The leading indicator on the health of the job market is the Initial Jobless Claims report, which essentially tells us the length of the unemployment line. And that line just grew.
Over the past four weeks, approximately 22 million people have filed for unemployment benefits, erasing nearly a decade worth of job creation.
Although the unemployment rate is likely 13% or higher, this is temporary in nature due to the coronavirus. We expect many people will be headed back to work relatively soon as the virus passes.
We won’t see the “pre-virus” 3.5% unemployment numbers for some time. However, the economy is expected to bounce back sharply as pockets of the country begin to reopen, putting people back to work.
There remains incredible opportunity during these uncertain times. Home loan rates are at all-time lows, affording many people the opportunity to refinance and restructure their personal debt.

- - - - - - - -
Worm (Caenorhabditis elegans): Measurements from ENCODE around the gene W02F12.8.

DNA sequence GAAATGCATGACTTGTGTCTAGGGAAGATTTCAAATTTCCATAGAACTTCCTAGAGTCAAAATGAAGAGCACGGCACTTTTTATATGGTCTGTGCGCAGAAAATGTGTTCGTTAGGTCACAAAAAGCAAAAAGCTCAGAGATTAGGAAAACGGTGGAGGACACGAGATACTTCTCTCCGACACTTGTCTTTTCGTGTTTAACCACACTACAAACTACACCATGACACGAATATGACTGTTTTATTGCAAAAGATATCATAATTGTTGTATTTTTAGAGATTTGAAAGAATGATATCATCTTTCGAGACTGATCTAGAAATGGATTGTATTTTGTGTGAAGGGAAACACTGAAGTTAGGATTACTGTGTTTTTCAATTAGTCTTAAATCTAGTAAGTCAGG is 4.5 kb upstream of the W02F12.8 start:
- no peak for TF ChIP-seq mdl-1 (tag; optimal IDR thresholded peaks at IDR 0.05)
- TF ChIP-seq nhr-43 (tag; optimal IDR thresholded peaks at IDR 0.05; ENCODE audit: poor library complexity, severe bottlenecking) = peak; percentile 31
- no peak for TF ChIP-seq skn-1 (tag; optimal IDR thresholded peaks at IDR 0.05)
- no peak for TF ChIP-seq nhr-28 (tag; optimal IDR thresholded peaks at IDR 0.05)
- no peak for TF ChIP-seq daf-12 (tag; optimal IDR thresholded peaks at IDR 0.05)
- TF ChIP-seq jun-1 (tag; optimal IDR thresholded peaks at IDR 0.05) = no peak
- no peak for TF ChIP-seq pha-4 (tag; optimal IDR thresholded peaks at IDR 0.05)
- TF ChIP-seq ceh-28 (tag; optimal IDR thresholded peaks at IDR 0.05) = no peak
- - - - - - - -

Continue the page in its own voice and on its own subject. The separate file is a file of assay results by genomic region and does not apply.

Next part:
With the Fed continuing to buy mortgage-backed securities, rates should hover near current levels for the foreseeable future.
Forecast for the Week
The upcoming week will continue to be impacted by the coronavirus headlines and the economic slowdown associated with the virus fallout.
First quarter earnings reports will continue to be released in the upcoming week with the numbers being impacted halfway through the quarter due to the coronavirus outbreak.
All eyes will continue to watch the ever-surging Weekly Initial Jobless Claims numbers after 22 million first-time claims were reported in the past four weeks. The economic calendar is on the light side.
The Federal Reserve will continue to purchase mortgage-backed securities in the open market to add liquidity and to stabilize the market, not necessarily to lower rates.
Reports to watch:
- Housing data will come from Tuesday’s Existing Home Sales and Thursday’s New Home Sales.
- Weekly Initial Jobless Claims will be released Thursday with Durable Orders and Consumer Sentiment.